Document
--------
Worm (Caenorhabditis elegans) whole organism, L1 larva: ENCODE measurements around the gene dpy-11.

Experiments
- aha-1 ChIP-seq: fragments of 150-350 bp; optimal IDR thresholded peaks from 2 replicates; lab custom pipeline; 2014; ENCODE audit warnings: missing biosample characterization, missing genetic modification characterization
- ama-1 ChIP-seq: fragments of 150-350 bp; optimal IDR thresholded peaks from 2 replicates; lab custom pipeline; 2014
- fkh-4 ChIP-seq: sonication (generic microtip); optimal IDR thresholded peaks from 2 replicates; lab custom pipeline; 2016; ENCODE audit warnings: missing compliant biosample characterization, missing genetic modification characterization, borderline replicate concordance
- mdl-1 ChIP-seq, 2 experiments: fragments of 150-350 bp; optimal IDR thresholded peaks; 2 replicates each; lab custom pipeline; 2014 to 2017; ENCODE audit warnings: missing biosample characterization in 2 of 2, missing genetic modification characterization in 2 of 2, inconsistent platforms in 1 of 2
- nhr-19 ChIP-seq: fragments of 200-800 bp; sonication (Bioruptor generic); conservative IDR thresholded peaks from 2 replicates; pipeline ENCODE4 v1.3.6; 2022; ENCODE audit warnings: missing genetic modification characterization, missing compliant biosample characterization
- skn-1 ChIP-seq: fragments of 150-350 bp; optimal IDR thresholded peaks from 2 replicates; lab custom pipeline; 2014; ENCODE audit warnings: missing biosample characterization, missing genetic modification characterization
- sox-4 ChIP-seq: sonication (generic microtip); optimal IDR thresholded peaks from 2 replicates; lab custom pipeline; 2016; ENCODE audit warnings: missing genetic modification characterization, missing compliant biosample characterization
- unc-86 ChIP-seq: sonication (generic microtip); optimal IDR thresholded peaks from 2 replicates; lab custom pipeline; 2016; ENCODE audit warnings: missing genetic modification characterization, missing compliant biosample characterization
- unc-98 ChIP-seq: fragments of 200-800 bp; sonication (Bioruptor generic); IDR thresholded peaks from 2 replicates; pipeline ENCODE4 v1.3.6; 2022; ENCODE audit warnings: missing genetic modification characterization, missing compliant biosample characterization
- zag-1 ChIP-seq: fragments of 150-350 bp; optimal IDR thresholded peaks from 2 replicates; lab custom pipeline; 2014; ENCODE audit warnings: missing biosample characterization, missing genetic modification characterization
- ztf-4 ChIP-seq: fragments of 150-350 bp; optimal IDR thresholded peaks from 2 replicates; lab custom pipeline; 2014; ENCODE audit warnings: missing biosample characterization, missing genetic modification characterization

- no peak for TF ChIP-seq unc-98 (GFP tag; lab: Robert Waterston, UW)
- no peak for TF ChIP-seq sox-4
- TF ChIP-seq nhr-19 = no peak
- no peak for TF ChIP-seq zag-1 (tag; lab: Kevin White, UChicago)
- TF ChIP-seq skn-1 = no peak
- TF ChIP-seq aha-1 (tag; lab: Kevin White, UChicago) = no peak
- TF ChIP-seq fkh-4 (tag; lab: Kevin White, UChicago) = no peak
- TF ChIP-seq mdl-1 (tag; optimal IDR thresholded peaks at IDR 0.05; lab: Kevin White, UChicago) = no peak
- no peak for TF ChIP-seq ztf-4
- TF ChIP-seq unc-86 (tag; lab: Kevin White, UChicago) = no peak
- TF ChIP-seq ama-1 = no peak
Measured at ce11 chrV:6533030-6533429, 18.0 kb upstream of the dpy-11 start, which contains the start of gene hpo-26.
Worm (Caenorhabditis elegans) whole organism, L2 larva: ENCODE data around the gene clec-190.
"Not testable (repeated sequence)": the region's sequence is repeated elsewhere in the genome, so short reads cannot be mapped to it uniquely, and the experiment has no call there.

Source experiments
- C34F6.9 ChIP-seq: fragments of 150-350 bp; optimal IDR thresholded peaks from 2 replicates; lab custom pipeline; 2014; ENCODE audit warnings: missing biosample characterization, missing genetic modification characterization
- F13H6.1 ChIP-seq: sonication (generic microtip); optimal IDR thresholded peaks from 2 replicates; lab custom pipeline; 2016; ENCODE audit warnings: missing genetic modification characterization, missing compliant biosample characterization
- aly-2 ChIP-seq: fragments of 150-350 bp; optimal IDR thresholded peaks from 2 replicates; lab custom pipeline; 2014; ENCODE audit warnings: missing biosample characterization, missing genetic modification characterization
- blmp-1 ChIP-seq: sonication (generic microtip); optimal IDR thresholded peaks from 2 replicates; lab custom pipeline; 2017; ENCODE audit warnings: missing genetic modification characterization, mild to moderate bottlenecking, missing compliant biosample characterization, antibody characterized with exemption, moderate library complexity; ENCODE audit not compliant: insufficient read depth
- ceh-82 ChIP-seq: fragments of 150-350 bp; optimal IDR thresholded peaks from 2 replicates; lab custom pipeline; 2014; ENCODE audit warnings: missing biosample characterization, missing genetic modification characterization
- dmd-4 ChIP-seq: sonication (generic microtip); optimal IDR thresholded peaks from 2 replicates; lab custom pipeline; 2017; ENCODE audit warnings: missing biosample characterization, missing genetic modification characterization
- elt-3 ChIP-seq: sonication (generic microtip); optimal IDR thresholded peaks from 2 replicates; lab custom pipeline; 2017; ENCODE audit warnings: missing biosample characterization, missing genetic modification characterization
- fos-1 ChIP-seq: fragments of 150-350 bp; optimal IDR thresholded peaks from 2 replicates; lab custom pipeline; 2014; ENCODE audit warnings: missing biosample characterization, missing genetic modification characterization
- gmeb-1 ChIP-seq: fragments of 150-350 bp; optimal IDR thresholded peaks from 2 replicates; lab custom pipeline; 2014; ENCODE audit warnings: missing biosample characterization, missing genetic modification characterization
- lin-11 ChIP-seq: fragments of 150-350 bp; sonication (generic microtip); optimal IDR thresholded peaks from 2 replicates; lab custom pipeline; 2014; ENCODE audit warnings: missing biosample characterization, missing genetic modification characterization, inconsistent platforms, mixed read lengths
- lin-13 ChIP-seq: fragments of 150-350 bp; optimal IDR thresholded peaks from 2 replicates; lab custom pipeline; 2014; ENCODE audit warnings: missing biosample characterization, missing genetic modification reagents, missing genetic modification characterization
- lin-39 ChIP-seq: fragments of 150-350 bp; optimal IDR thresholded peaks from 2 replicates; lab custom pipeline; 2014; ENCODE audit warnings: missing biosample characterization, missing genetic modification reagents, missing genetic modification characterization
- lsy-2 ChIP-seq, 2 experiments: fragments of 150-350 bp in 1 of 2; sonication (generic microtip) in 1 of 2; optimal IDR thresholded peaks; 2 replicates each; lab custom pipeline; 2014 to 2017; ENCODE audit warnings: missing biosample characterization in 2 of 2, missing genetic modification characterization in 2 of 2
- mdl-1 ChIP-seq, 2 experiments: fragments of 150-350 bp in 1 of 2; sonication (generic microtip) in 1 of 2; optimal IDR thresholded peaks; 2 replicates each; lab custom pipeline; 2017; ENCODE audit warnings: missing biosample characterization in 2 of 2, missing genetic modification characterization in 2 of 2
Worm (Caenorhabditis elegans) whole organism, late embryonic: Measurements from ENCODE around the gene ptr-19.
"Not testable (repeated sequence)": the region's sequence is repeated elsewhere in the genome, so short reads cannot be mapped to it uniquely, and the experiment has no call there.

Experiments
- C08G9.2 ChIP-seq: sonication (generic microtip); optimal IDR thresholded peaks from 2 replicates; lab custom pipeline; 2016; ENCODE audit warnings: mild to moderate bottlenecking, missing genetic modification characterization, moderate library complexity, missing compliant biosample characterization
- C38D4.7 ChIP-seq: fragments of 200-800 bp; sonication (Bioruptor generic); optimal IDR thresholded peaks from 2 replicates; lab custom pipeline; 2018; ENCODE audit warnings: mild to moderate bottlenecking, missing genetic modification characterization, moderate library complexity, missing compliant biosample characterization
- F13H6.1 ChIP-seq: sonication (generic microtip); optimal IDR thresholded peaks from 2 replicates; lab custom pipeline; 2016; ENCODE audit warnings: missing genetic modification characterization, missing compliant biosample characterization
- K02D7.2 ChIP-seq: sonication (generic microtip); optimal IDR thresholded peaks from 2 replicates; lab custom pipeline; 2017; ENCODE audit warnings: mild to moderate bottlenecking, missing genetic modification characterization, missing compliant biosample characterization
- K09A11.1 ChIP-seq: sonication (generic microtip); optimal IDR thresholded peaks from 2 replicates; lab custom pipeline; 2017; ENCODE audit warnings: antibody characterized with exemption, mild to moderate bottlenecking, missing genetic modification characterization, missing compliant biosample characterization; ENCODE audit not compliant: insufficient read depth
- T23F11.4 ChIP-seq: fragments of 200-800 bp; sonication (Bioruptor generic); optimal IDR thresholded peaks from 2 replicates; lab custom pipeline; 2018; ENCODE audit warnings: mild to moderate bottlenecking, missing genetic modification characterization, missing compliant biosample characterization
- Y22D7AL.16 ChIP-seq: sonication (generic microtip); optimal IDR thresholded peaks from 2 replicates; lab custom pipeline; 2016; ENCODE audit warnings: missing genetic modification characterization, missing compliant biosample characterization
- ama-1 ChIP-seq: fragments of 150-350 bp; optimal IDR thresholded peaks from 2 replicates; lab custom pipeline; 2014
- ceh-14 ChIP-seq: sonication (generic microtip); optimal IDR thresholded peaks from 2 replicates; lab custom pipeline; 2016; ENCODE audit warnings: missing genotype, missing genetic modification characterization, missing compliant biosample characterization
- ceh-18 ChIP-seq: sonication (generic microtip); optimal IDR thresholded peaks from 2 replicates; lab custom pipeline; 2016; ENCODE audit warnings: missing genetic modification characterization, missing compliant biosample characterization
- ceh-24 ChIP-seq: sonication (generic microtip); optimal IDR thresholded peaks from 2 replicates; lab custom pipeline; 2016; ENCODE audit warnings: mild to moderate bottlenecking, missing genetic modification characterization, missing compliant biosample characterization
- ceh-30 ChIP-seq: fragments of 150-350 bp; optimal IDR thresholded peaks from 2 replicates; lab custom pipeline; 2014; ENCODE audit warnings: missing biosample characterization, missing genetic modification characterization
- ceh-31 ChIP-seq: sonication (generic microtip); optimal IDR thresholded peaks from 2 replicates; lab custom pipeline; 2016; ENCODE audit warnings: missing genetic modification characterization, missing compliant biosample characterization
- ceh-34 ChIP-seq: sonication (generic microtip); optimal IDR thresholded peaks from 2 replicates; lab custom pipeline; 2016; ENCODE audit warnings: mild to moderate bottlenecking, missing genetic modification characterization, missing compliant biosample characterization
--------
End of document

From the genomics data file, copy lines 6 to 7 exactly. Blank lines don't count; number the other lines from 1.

- mdl-1 ChIP-seq, 2 experiments: fragments of 150-350 bp; optimal IDR thresholded peaks; 2 replicates each; lab custom pipeline; 2014 to 2017; ENCODE audit warnings: missing biosample characterization in 2 of 2, missing genetic modification characterization in 2 of 2, inconsistent platforms in 1 of 2
- nhr-19 ChIP-seq: fragments of 200-800 bp; sonication (Bioruptor generic); conservative IDR thresholded peaks from 2 replicates; pipeline ENCODE4 v1.3.6; 2022; ENCODE audit warnings: missing genetic modification characterization, missing compliant biosample characterization